There’s plenty of hypocrisy to go around in Trump's racist America

There’s plenty of hypocrisy to go around in Trump's racist America

You have to admit that this racial controversy involving Virginia Gov. Ralph Northam, a Democrat, for dressing in blackface or a Ku Klux Klansman (he couldn’t remember?) in 1984, is a doozy.

It’s also one for the hypocrisy police.

For openers, the governor apologized in the first hours, then within a day said the medical school yearbook photos involved were not of him, but that he apologized again because he had dressed as Michael Jackson, darkening his face, to attend a different party, even offering to show off his moon dance moves. As an excuse, it was flimsy; as a statement of values, it was all just sad.

OK, then just in case we all could not understand the brouhaha—and a desire to see the governor bow out of public life—Trump stepped in with a tweet to say that this act—whichever one it was—was unforgivable. Other Republicans, including House minority leader Kevin McCarthy, R-Calif., who have managed for years now to avoid drawing any similar conclusion about Trump himself, piled on with scorn.

I was amused to read a commentary in The Washington Post by Tom Nichols, an author and professor at Harvard’s extension school, that nailed what he called the naked hypocrisy of it all.

In his view, Republican leaders who have been waiting for a race-related problem to hang on Democrats are mistakenly stepping forth. “Republicans who continue to support a party dominated by Trump can’t be taken seriously on this point,” he said.

“Trump’s record on race-related issues is abysmal. For years, he fueled birtherism to attack former President Barack Obama. He once argued that a federal judge, Gonzalo P. Curiel, couldn’t be impartial in a case involving Trump because, “He’s a Mexican. We’re building a wall between here and Mexico.” Early in his presidential candidacy, Trump called for a “total and complete ban on Muslims entering the country.” In office, he ruminated on the United States needing more immigrants from places such as Norway and fewer immigrants from “shithole” countries, referencing Haiti, El Salvador and African countries.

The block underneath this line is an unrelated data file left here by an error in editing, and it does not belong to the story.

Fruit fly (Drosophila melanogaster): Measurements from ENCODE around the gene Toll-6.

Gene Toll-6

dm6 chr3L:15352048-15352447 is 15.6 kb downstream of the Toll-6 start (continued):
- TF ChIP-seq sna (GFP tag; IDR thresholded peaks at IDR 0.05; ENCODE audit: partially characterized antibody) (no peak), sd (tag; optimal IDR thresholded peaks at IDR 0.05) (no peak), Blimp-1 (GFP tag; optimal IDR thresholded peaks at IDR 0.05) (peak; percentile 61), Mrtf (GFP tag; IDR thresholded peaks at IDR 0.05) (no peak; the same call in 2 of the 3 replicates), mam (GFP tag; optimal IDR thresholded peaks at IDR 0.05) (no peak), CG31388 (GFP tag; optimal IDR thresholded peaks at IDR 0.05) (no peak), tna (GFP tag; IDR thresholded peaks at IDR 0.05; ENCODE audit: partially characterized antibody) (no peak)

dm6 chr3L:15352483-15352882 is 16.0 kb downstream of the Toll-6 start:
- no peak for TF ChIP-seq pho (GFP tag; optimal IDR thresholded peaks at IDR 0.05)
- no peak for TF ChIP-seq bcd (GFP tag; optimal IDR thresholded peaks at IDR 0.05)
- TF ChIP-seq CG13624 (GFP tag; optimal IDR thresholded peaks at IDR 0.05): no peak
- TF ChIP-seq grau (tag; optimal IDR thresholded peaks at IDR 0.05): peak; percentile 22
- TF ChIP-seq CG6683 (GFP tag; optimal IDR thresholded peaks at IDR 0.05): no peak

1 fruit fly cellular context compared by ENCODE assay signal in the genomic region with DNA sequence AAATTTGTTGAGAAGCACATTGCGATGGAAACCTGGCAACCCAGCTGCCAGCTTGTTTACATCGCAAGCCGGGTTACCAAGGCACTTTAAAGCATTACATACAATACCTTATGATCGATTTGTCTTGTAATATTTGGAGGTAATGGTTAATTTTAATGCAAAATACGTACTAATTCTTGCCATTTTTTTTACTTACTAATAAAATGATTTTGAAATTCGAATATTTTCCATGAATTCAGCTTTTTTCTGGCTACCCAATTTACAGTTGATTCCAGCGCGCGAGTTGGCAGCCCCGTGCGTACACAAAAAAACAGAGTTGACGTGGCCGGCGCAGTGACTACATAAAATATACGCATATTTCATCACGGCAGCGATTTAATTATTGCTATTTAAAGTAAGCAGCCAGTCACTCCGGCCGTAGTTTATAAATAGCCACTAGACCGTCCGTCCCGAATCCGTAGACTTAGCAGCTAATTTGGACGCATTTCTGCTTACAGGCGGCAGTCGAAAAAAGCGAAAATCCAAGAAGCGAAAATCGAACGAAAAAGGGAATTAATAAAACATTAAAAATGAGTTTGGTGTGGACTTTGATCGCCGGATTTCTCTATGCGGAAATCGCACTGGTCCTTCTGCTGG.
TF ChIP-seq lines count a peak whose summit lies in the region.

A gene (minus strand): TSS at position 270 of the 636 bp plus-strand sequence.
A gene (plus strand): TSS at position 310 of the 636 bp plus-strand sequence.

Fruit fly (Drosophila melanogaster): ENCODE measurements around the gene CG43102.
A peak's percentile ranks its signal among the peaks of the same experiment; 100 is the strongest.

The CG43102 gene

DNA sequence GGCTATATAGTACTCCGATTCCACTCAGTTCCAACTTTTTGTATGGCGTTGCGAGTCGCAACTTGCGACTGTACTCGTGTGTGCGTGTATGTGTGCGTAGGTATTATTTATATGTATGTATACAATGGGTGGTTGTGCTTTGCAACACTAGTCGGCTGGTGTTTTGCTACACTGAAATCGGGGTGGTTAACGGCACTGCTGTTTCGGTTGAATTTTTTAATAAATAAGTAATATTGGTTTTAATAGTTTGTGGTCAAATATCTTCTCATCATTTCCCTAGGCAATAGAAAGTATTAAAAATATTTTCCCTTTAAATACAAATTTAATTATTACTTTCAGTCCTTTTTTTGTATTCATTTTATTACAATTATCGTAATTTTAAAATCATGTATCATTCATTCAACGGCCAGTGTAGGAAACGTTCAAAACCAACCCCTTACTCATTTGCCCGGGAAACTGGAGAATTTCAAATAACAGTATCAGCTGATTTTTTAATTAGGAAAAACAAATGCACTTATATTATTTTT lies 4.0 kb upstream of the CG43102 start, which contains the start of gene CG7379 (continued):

And, of course, there was Charlottesville, to say nothing of his family business history with black tenants, and affiliations over the years with characters right out of racist roots.

Polls taken at various times during his presidency that show significant percentages of Americans either see Trump as racist or, at a minimum, someone who has “emboldened” racists.

Not that Democrats as a party have a better record on race, but they have sought as a group to address problems more forthrightly.

But when commentators such as David Limbaugh ask if Trump supporters must “forfeit the right to pass any moral judgments” because of their continual excuse-making for him, the only reply is: Yes. Criticizing Northam for “past racist behavior and his present equivocation after more than two years of overlooking an astonishing record of divisiveness reflects little more than a self-serving, morally repellent double standard,” the commentary argues.

So, finally, the GOP leadership is calling out a chief executive for his appalling insensitivity on an issue of race: McCarthy’s tweets decried that chief executive’s “past racist behavior” and said, “He should resign.” In two tweets on Saturday, Republican Party chair Ronna McDaniel listed that same chief executive’s callousness on race.

Now the conduct that these Republicans denounced clearly deserves condemnation, no matter how or when it occurred.

But perhaps they should look just a little harder at which chief executive they are fingering.

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